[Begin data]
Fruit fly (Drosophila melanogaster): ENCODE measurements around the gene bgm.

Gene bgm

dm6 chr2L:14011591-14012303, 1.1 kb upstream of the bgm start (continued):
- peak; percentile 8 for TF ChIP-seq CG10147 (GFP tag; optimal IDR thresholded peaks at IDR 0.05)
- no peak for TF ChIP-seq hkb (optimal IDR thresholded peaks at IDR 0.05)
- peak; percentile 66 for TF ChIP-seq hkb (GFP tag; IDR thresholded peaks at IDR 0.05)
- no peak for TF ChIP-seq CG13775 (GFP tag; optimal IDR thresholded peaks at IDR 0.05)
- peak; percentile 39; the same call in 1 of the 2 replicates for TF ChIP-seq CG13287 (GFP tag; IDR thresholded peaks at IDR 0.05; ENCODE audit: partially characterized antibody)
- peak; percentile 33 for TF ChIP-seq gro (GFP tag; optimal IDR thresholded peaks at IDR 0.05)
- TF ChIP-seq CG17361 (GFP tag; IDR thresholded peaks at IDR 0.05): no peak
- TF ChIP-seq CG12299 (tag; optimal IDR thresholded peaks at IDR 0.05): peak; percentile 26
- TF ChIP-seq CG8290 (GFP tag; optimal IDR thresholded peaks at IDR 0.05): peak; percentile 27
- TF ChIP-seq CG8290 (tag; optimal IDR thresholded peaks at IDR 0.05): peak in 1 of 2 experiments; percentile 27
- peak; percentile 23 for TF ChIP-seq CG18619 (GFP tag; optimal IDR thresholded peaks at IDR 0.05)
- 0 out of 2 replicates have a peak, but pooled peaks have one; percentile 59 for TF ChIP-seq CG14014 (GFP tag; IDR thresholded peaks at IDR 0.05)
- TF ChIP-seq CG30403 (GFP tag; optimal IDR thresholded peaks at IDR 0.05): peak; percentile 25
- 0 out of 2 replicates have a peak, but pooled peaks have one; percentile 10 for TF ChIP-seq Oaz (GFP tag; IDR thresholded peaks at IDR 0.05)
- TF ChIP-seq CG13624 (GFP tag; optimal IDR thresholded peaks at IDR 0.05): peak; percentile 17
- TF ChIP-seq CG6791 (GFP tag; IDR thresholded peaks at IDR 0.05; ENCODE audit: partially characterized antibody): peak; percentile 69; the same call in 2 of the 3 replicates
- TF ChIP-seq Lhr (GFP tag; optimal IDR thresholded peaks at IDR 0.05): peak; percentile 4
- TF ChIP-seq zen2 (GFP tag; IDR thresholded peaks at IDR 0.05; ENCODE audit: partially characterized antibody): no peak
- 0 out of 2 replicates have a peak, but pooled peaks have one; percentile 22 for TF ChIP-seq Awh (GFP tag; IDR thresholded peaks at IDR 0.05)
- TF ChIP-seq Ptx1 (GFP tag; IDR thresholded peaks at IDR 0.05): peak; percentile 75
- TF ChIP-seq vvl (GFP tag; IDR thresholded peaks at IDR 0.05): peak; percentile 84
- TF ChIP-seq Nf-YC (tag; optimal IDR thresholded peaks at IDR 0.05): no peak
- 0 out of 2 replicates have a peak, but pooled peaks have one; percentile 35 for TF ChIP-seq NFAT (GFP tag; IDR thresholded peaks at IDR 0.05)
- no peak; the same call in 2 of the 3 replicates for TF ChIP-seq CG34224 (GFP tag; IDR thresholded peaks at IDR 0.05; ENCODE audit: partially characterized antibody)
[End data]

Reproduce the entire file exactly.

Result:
Fruit fly (Drosophila melanogaster): ENCODE measurements around the gene bgm.

Gene bgm

dm6 chr2L:14011591-14012303, 1.1 kb upstream of the bgm start (continued):
- peak; percentile 8 for TF ChIP-seq CG10147 (GFP tag; optimal IDR thresholded peaks at IDR 0.05)
- no peak for TF ChIP-seq hkb (optimal IDR thresholded peaks at IDR 0.05)
- peak; percentile 66 for TF ChIP-seq hkb (GFP tag; IDR thresholded peaks at IDR 0.05)
- no peak for TF ChIP-seq CG13775 (GFP tag; optimal IDR thresholded peaks at IDR 0.05)
- peak; percentile 39; the same call in 1 of the 2 replicates for TF ChIP-seq CG13287 (GFP tag; IDR thresholded peaks at IDR 0.05; ENCODE audit: partially characterized antibody)
- peak; percentile 33 for TF ChIP-seq gro (GFP tag; optimal IDR thresholded peaks at IDR 0.05)
- TF ChIP-seq CG17361 (GFP tag; IDR thresholded peaks at IDR 0.05): no peak
- TF ChIP-seq CG12299 (tag; optimal IDR thresholded peaks at IDR 0.05): peak; percentile 26
- TF ChIP-seq CG8290 (GFP tag; optimal IDR thresholded peaks at IDR 0.05): peak; percentile 27
- TF ChIP-seq CG8290 (tag; optimal IDR thresholded peaks at IDR 0.05): peak in 1 of 2 experiments; percentile 27
- peak; percentile 23 for TF ChIP-seq CG18619 (GFP tag; optimal IDR thresholded peaks at IDR 0.05)
- 0 out of 2 replicates have a peak, but pooled peaks have one; percentile 59 for TF ChIP-seq CG14014 (GFP tag; IDR thresholded peaks at IDR 0.05)
- TF ChIP-seq CG30403 (GFP tag; optimal IDR thresholded peaks at IDR 0.05): peak; percentile 25
- 0 out of 2 replicates have a peak, but pooled peaks have one; percentile 10 for TF ChIP-seq Oaz (GFP tag; IDR thresholded peaks at IDR 0.05)
- TF ChIP-seq CG13624 (GFP tag; optimal IDR thresholded peaks at IDR 0.05): peak; percentile 17
- TF ChIP-seq CG6791 (GFP tag; IDR thresholded peaks at IDR 0.05; ENCODE audit: partially characterized antibody): peak; percentile 69; the same call in 2 of the 3 replicates
- TF ChIP-seq Lhr (GFP tag; optimal IDR thresholded peaks at IDR 0.05): peak; percentile 4
- TF ChIP-seq zen2 (GFP tag; IDR thresholded peaks at IDR 0.05; ENCODE audit: partially characterized antibody): no peak
- 0 out of 2 replicates have a peak, but pooled peaks have one; percentile 22 for TF ChIP-seq Awh (GFP tag; IDR thresholded peaks at IDR 0.05)
- TF ChIP-seq Ptx1 (GFP tag; IDR thresholded peaks at IDR 0.05): peak; percentile 75
- TF ChIP-seq vvl (GFP tag; IDR thresholded peaks at IDR 0.05): peak; percentile 84
- TF ChIP-seq Nf-YC (tag; optimal IDR thresholded peaks at IDR 0.05): no peak
- 0 out of 2 replicates have a peak, but pooled peaks have one; percentile 35 for TF ChIP-seq NFAT (GFP tag; IDR thresholded peaks at IDR 0.05)
- no peak; the same call in 2 of the 3 replicates for TF ChIP-seq CG34224 (GFP tag; IDR thresholded peaks at IDR 0.05; ENCODE audit: partially characterized antibody)